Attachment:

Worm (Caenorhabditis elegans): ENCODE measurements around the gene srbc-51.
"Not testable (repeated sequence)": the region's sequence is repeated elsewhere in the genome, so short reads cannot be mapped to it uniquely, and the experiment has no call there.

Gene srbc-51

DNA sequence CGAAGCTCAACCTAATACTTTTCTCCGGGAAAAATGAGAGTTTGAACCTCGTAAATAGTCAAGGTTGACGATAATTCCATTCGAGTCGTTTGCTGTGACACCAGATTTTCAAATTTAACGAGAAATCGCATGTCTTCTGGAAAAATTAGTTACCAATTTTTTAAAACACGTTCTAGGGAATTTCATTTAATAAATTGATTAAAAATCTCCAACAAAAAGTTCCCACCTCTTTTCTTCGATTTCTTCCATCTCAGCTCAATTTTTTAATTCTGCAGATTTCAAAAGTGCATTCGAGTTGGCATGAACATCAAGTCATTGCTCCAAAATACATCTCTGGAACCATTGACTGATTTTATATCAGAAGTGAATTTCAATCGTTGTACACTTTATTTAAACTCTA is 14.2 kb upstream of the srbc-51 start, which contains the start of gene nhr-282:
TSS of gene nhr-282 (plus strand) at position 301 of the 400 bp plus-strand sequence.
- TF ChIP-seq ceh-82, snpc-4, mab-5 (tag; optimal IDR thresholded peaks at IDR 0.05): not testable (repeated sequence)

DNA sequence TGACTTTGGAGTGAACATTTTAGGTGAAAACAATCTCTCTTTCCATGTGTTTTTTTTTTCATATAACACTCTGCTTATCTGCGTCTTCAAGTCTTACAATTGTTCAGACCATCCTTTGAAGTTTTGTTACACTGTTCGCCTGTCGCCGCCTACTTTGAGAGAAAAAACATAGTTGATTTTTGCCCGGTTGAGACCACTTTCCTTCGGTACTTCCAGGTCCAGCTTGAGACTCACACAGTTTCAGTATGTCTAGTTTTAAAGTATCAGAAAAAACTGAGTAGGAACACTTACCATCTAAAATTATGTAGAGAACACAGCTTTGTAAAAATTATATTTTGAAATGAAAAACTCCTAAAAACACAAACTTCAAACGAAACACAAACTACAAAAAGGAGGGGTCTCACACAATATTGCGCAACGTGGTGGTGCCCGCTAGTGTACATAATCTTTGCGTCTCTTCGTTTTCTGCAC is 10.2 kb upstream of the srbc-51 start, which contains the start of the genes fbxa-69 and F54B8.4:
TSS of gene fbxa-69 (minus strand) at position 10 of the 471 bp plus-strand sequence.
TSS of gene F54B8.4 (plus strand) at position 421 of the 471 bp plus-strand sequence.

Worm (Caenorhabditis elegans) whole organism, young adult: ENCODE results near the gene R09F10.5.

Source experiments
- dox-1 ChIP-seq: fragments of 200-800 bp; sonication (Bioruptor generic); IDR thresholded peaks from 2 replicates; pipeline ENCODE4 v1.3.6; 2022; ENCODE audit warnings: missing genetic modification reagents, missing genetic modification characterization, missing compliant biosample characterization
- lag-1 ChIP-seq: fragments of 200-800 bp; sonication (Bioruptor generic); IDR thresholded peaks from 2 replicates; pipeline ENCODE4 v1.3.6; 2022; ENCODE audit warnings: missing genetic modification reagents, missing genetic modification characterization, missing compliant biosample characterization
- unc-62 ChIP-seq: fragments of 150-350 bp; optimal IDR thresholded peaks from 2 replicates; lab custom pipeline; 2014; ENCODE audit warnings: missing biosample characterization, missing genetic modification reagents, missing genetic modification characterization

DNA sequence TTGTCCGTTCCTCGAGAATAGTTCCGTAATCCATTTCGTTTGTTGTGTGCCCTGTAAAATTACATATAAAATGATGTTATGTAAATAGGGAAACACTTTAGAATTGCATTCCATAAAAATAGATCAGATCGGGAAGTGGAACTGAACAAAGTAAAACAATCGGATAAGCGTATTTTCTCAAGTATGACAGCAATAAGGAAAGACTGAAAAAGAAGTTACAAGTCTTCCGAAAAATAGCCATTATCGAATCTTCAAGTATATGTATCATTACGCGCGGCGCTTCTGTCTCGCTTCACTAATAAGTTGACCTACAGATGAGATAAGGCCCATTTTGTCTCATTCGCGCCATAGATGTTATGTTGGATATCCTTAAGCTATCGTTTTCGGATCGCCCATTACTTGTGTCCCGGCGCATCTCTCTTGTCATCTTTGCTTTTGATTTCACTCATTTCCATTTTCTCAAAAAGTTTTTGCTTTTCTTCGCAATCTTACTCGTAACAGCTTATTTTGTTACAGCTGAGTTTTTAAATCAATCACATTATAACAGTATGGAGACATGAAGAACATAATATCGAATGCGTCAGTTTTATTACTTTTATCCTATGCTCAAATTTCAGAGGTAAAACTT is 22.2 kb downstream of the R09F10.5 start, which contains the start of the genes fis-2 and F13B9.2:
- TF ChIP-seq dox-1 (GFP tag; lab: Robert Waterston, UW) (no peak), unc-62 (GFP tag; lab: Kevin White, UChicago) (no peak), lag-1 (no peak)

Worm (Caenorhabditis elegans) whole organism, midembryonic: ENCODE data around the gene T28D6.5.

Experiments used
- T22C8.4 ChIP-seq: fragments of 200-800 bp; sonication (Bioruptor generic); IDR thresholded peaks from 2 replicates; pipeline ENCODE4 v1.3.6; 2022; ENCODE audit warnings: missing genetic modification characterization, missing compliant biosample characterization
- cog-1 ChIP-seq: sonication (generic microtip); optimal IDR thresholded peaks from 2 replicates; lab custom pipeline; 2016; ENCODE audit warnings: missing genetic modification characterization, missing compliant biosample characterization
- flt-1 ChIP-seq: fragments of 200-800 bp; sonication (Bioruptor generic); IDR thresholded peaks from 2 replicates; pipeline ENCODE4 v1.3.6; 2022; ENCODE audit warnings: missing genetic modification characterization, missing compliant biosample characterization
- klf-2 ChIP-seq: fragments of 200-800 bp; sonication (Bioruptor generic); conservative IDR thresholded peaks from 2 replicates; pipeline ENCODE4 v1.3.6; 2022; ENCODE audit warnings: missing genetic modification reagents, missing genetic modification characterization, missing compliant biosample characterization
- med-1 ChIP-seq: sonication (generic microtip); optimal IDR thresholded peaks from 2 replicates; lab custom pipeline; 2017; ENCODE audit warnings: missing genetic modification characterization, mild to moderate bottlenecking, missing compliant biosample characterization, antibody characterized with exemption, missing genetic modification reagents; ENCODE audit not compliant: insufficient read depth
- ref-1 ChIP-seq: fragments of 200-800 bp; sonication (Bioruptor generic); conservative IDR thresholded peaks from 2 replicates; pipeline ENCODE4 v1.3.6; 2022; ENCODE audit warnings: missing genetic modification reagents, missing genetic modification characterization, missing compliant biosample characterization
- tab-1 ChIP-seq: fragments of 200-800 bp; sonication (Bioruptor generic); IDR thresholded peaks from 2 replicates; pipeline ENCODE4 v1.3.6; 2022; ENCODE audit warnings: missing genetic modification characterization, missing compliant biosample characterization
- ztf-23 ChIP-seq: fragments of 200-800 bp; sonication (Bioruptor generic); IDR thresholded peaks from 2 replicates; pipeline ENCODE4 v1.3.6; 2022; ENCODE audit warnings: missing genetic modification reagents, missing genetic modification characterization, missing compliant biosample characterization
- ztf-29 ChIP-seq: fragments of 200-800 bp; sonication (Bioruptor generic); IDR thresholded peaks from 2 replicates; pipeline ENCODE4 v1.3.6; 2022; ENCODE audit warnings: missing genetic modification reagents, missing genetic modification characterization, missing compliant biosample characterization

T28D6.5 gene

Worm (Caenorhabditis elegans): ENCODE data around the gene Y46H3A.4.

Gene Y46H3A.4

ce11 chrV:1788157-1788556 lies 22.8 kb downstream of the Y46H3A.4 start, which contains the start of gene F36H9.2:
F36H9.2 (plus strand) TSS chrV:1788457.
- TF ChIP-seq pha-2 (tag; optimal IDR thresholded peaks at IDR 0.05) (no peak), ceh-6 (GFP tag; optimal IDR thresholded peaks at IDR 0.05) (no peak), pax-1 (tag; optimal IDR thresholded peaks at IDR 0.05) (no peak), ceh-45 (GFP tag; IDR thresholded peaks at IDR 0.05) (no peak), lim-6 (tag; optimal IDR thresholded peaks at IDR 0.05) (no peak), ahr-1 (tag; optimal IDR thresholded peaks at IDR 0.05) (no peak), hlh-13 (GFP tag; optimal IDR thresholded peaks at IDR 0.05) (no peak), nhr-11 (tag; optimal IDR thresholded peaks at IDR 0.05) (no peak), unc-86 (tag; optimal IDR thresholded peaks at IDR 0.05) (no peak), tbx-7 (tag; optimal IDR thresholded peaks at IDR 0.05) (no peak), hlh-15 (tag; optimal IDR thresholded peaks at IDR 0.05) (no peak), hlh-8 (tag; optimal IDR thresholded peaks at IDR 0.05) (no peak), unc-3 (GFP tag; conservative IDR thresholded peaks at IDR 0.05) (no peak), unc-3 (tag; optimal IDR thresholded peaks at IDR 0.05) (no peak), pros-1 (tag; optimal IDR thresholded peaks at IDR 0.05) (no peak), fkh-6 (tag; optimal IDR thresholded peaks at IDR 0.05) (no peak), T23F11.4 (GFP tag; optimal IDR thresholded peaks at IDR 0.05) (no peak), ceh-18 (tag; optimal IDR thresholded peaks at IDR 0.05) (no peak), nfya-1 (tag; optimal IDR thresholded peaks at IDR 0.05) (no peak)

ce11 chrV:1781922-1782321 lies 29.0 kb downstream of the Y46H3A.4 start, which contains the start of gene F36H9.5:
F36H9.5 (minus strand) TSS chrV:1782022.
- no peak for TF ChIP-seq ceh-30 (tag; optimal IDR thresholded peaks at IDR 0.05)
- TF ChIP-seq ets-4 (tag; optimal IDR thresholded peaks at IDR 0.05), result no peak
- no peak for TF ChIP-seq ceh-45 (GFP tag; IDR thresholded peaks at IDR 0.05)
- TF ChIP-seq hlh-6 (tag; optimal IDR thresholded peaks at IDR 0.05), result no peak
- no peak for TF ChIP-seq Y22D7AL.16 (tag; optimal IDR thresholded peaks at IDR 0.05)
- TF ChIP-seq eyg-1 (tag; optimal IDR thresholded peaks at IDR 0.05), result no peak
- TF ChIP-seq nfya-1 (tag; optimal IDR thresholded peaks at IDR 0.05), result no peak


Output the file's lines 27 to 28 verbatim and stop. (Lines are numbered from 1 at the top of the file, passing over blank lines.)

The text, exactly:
- ztf-29 ChIP-seq: fragments of 200-800 bp; sonication (Bioruptor generic); IDR thresholded peaks from 2 replicates; pipeline ENCODE4 v1.3.6; 2022; ENCODE audit warnings: missing genetic modification reagents, missing genetic modification characterization, missing compliant biosample characterization

T28D6.5 gene